History of Our Diocese

Previously part of the Archdiocese of Sydney, the new Diocese was created as a means of alleviating the difficulties of ministering to a burgeoning Catholic population throughout the Archdiocese. 

Celebrating the 30th Anniversary of the
Diocese of Broken Bay 
1986-2016

    

Download Text for Bishop Peter's Homily - 30th Anniversary Mass 31 May 2016.

HISTORY:
On the 28 May 1986, Cardinal Edward Clancy installed Bishop Patrick Murphy as the inaugural Bishop of the newly formed Diocese of Broken Bay. Previously part of the Archdiocese of Sydney, the new Diocese was created as a means of alleviating the difficulties of ministering to a burgeoning Catholic population throughout the Archdiocese.

The name Broken Bay was chosen for its central location in Sydney's northern region, being the mouth of the Hawkesbury River, which divides the north and south of the Diocese.

Beaming across to Broken Bay is the lighthouse situated on the Barrenjoey Peninsula. This lighthouse has become the key symbol in the Diocesan Crest, along with the motto, 'Lumen Christi' - the Light of Christ. Not only does this unify both sections of the Diocese, it is also a striking image of the light of Christ.

Covering an area of 2,763 square kilometres, the 26 parishes, 36 primary schools, 8 secondary schools, 1 K-12, 4 Early Learning Centres, 5 Family Centres and 9 independent Catholic schools that comprise the Diocese of Broken Bay are usually seen as belonging to three separate geographic regions: the Peninsula, containing parishes from Avalon to Manly; the North Shore, from Chatswood north to Arcadia and Berowra parishes; and the Central Coast, from Woy Woy to Toukley, Wyong and Warnervale parishes.

All but one Diocesan parish were established before 1986. In fact the oldest three - Manly (founded 1876), Gosford (1888) and Pymble (1889) - covered most of the present Diocese until 1910.

In 2003 a new parish was formed at Warnervale which incorporates a new K-12 College and extensive facilities for this rapidly expanding area. The Secondary school of St Brigid's, Lake Munmorah, opened in 2014.

With the creation of the Diocese in 1986, came the need to nominate a Cathedral parish where the Bishop would reside as parish priest. Due to its size and centrality, Corpus Christi, St Ives, was established as the liturgical centre, housing the Cathedra (Bishop's Chair), which automatically elevated the beautiful Church to the status of Diocesan Cathedral.

As the needs of a growing Diocese change, so does the way resources are utilised. The Cathedral at St Ives served the Diocese of Broken Bay well for 22 years. Originally a Parish church, the capacity at Corpus Christi for large congregations and liturgies was limited. On 1 February 2008, the Church of Our Lady of the Rosary, Waitara was dedicated as the new Cathedral Centre for the Diocese.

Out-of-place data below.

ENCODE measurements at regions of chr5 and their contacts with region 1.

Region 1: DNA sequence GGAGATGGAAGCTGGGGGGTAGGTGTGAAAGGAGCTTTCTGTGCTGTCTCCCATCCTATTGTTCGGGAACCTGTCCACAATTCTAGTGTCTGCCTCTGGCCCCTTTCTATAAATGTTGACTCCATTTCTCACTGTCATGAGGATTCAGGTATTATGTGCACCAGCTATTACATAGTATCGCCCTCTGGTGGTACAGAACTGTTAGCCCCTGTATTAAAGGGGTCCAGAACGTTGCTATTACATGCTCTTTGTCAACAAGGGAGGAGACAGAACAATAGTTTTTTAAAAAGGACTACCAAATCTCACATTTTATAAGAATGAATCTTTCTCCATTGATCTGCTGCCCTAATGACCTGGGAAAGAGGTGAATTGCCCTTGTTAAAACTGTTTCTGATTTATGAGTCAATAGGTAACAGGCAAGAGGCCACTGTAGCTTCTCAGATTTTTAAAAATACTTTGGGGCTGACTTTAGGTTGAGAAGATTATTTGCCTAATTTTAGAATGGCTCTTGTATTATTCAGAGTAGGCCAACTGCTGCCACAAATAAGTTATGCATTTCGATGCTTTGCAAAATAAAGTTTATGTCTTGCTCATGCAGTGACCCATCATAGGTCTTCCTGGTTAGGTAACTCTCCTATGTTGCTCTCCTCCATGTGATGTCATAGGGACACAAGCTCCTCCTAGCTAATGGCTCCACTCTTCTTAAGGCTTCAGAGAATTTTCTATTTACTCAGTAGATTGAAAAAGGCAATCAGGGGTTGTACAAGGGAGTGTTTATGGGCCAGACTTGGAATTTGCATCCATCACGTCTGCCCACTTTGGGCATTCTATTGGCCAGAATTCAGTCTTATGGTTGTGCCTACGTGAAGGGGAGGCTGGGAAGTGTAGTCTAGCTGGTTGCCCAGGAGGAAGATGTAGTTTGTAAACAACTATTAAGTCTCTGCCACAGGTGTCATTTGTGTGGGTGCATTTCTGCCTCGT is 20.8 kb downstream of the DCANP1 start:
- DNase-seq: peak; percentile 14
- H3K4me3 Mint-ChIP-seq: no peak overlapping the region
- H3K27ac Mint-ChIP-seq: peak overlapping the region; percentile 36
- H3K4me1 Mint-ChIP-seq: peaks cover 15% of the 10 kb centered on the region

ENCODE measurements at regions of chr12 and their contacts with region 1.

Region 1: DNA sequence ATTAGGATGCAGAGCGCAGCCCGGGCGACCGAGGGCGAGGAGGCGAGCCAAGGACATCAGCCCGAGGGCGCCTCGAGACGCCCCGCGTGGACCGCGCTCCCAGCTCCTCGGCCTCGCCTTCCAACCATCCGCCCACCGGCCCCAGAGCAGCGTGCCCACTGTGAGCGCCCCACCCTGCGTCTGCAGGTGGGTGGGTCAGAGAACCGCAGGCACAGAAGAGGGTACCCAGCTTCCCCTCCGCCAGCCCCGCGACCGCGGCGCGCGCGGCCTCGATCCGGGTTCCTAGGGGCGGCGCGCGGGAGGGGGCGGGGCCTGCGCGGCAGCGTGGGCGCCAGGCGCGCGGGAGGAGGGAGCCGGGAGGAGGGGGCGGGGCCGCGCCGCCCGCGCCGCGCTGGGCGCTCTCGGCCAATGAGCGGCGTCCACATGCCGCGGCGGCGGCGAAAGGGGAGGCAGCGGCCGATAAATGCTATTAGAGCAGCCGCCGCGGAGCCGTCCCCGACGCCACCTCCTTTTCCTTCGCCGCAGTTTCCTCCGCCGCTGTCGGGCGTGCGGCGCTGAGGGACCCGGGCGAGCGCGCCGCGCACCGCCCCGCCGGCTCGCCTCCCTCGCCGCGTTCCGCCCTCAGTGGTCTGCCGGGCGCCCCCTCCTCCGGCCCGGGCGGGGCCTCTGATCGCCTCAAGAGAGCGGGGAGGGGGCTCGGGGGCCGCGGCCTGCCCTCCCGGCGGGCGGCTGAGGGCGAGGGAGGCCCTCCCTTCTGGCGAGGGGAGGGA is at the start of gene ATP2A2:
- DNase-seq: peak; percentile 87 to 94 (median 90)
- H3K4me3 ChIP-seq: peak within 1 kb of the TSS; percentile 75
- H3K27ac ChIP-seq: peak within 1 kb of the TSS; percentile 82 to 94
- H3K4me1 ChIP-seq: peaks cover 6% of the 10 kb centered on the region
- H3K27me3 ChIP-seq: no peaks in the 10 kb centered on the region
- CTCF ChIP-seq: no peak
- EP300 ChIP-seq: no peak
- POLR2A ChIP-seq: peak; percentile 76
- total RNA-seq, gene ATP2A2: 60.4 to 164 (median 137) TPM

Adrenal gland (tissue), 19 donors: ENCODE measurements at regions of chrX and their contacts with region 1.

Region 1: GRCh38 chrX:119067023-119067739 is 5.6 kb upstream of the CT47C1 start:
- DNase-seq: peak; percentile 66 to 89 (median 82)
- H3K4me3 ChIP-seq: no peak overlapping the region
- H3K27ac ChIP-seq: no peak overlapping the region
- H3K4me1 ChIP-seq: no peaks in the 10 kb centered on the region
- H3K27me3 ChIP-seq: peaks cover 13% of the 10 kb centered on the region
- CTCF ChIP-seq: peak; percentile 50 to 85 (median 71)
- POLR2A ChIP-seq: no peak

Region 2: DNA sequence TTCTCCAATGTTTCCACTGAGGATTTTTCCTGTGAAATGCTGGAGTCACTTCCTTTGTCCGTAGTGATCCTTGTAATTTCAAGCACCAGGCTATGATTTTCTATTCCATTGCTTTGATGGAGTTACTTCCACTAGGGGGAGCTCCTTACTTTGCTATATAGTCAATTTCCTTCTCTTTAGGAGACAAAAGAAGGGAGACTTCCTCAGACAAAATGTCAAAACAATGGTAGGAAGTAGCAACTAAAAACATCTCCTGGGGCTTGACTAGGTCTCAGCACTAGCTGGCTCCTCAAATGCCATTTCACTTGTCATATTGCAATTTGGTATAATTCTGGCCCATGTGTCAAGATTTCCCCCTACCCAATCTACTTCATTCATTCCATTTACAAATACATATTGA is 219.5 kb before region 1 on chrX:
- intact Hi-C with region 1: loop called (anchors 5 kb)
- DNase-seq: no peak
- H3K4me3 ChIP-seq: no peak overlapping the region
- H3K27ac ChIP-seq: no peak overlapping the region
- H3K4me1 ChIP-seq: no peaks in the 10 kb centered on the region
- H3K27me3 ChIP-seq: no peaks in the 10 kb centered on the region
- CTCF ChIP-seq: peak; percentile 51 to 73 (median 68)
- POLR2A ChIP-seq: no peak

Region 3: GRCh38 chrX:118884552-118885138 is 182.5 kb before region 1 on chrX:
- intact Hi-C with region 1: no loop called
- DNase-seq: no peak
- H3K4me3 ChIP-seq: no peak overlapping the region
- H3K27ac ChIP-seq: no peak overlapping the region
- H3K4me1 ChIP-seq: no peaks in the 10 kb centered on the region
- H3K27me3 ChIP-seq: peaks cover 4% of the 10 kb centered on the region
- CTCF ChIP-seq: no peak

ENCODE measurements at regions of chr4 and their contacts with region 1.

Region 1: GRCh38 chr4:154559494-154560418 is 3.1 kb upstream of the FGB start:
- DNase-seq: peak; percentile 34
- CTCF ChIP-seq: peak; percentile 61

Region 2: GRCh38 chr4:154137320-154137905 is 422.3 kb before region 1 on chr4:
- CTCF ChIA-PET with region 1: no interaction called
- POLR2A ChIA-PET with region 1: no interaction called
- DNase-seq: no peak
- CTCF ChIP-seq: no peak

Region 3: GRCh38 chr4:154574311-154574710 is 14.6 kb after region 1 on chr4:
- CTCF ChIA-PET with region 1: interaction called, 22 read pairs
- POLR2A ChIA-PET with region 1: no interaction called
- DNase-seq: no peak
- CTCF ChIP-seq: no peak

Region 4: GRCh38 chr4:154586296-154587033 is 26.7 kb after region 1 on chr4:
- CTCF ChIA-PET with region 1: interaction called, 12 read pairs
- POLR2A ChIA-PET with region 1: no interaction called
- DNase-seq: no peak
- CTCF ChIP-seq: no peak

Bishop Murphy retired in 1996, leaving the Diocese well established. His successor was Bishop David Walker, ordained bishop on 3 September 1996.

During his episcopacy, Bishop Walker was committed to promoting a truly Australian spirituality, fostering theological and spiritual education through an experimental understanding of the personal faith journey.

From the beginning Bishop David recognised the way forward for the Church depended on all believers being willing to work together, responding to the opportunities and responsibilities of Christian leadership. He has brought to the Diocese a continued commitment to faith renewal and has invited all to engage in 'grass roots' ownership, fostering greater participation and collaboration in shaping parish and diocesan life.

In May 2011, the Diocese of Broken Bay celebrated its 25th anniversary. In recognition of this milestone, Bishop David Walker, announced that he would be convening a Diocesan Synod in Broken Bay – a time of listening and consultation with the people of the Diocese.

The Synod provided an opportunity to look at what had been achieved as a Diocese over the past 25 years and to provide clear vision and direction for the future.

The motto of the Synod, “Go Make Disciples”, has become a commission, in light of the Synod journey the people of Broken Bay undertook, to continue to build their future - to take up the wisdom, learnings and insights gained, and look toward the future from a personal, parish, agency and Diocesan perspective.

A major outcome from this milestone event was the creation of the Synod Website. This rich resource is a tool that will be available to all people in the Diocese providing both a record of the Synod and a presentation of the Outcomes in an interactive and user friendly format.

Bishop Walker retired officially on 13 November 2013.

It was with great excitement that the faith community of Broken Bay received the news on 20 November 2014, that Bishop Peter A Comensoli had been appointed as third bishop to the Diocese.

Bishop Peter's installation took place at Our Lady of the Rosary Cathedral, Hornsby Parish on Friday 12 December 2014.

Broken Bay Diocese is a vibrant community in which participants are challenged and supported to make their faith in Jesus Christ the centre of their lives.

A history of the Diocese, A New Light in the East – A History of the Catholic Diocese of Broken Bay 1986-2001 by Br John Luttrell fms, is available from the Diocese for $25 inc. Postage and Handling. For further information please contact Annie Carrett T: +61 2 9847 0724 or news@dbb.org.au

Catholic Diocese of
Broken Bay

Building 2, 423 Pennant Hills Road
Pennant Hills NSW 2120

PO Box 340
Pennant Hills NSW 1715

Phone 02 9847 0000
Fax 02 9847 0001
news@dbb.org.au

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